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Bulawayo councillors slam 'shoddy' government road repairs in city

by Staff reporter
02 Sep 2021 at 10:46hrs | Views
Bulawayo councillors on Wednesday slammed a government-led road rehabilitation exercise, questioning the workmanship which they said was shoddy.

Speaking during a full council meeting, the councillors also claimed Bulawayo companies and workers had been sidelined.

"We cannot have the whole government coming to do pothole patching, this is very dangerous," deputy mayor Mlandu Ncube said as he opened the debate.

"We were doing pothole patching better with our communities. To make matters worse, the same programme brings people from outside Bulawayo under the name of road rehabilitation."

Ncube said the city has well-capacitated companies that can do a better job, insisting that major roadworks in the city must result in employment for locals.

He added: "You go around all projects in Bulawayo you find people speaking one language and cannot speak the other language. It's a sign these are imported companies. Where are the Bulawayo companies to do Bulawayo roads?

"We can't pretend we are doing Bulawayo roads and take money outside Bulawayo. The money that is working in Bulawayo should benefit Bulawayo by creating employment."

The government earlier this year announced the launch of a US$400 million Emergency Road Rehabilitation Programme 2 (ERRP2) targeting major feeder roads into towns and cities.

Bulawayo's share of the money is Z$625 million (about US$7.2 million) for the rehabilitation of its estimated road network covering 2,460km. The money was not given to the local authority, however. Instead, the Central Mechanical Equipment Department (CMED) has been in charge of the budget.

Emakhandeni councillor Pilate Moyo said a company that was resurfacing Masiyephambili Drive from Emagetsini to Victoria Falls Road in Richmond had abandoned the project before finishing.

He told the meeting: "The government was doing Masiyephambili but they have moved on to patch potholes which we thought will be done by our people. Motorists who had put up with the road closure for months have re-opened it in its incomplete state. People from my area are not happy with what's happening."

Councillor Arnold Batsirai urged councillors to put pressure on the government to fully implement devolution to avoid such conflicts, as he accused central government of micro-managing local authorities.

Ward 4 councillor Silas Chigora said the political leadership in the city should unite in rejecting central government impositions.

"Everyone knows why they want to do the roads themselves. They must ask us which road is priority instead of doing biscuit roads ahead of cooking oil and mealie-meal roads," Chigora said.

"These people must come to us so that we have an input in the selection of companies and the roads to be done. The central government is not doing it to help us but for their own good."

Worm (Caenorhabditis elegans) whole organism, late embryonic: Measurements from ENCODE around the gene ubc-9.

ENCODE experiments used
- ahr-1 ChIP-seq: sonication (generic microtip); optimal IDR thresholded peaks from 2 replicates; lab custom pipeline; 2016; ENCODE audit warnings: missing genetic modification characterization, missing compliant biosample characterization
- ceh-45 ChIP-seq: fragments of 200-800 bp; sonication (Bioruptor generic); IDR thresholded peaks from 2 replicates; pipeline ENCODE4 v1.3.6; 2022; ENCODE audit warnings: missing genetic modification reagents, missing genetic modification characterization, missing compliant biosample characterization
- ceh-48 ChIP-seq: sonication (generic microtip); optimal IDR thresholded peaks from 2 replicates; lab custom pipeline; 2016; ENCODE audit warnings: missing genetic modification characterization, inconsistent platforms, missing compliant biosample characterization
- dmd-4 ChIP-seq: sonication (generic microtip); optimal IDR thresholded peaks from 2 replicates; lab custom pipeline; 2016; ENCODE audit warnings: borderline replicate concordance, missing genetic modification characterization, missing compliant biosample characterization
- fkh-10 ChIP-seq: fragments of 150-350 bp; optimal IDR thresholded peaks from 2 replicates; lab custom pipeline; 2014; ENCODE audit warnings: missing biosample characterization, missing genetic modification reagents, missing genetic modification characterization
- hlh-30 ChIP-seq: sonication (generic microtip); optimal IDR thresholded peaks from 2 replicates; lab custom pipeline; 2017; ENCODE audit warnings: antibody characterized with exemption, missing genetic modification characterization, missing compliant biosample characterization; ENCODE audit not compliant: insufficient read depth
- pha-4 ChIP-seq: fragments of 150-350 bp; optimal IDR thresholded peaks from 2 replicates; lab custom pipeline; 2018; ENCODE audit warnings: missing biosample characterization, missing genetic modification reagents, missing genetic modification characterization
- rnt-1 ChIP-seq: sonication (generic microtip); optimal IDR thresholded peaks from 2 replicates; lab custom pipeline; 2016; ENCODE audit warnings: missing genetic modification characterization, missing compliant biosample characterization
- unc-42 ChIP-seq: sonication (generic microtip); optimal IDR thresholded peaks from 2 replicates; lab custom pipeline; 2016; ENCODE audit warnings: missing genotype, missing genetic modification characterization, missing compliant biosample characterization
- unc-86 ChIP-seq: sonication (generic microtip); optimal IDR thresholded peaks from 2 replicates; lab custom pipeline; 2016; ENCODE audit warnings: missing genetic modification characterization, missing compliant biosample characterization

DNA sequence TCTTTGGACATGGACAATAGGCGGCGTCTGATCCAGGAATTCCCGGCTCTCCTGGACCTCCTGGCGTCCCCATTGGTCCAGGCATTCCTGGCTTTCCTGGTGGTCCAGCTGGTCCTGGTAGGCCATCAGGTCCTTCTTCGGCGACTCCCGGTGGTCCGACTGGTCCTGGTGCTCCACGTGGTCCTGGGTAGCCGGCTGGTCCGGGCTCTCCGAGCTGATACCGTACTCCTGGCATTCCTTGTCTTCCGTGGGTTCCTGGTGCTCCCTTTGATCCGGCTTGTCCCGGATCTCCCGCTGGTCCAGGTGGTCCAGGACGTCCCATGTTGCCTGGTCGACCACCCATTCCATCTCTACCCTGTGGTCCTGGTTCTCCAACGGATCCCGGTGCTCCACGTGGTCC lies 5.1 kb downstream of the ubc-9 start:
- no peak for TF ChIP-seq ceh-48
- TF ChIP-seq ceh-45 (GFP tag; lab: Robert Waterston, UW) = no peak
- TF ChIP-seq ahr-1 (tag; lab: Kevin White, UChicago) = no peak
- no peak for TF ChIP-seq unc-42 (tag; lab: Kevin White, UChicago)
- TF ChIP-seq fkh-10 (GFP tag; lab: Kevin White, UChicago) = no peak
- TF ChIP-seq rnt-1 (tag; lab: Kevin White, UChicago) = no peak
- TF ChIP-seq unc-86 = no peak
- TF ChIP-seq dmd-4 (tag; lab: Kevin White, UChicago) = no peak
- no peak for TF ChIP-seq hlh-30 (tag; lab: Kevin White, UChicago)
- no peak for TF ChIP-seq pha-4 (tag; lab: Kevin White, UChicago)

Chigora was supported by councillor Tawanda Ruzive, who chairs the city's finance committee.

Said Ruzive: "When this project started, some of these companies had no personal protective equipment and items like cones to help direct traffic. We don't have our own engineer supervising that work which is very wrong because our engineers are responsible for these roads.

"When this project is done, whatever happens to these roads, our engineers will be responsible, but they are not part of the process."

Ruzive said the project must be stopped so that anomalies are corrected.

Bulawayo mayor Solomon Mguni said: "The problem that we have is that we have a central government that is a political competitor to urban local authorities and we must not be afraid to say it. We are the elected representatives of the people of Bulawayo and accountability rests with us."

Mguni said the government had diverted its allocation of ZINARA and devolution funds to its own road scheme which the local authority had no control over.

"We must do high impact projects that transform the lives of the people but how do we transform the lives of the people when council had started to repair Fife Street and you are told stop and choose another road? Now Fife Street has been in limbo for five months!

"We must speak out about these things and must not be afraid."

Mguni said devolution was meaningless if central government interfered with local authorities and took funds meant for the people and used them without input from council.

Councillor Sikhulile Moyo said the local authority should write to central government to register its displeasure as she accused it of "pushing its political priorities."

The government says it intervened because local authorities have failed.

Source - zimlive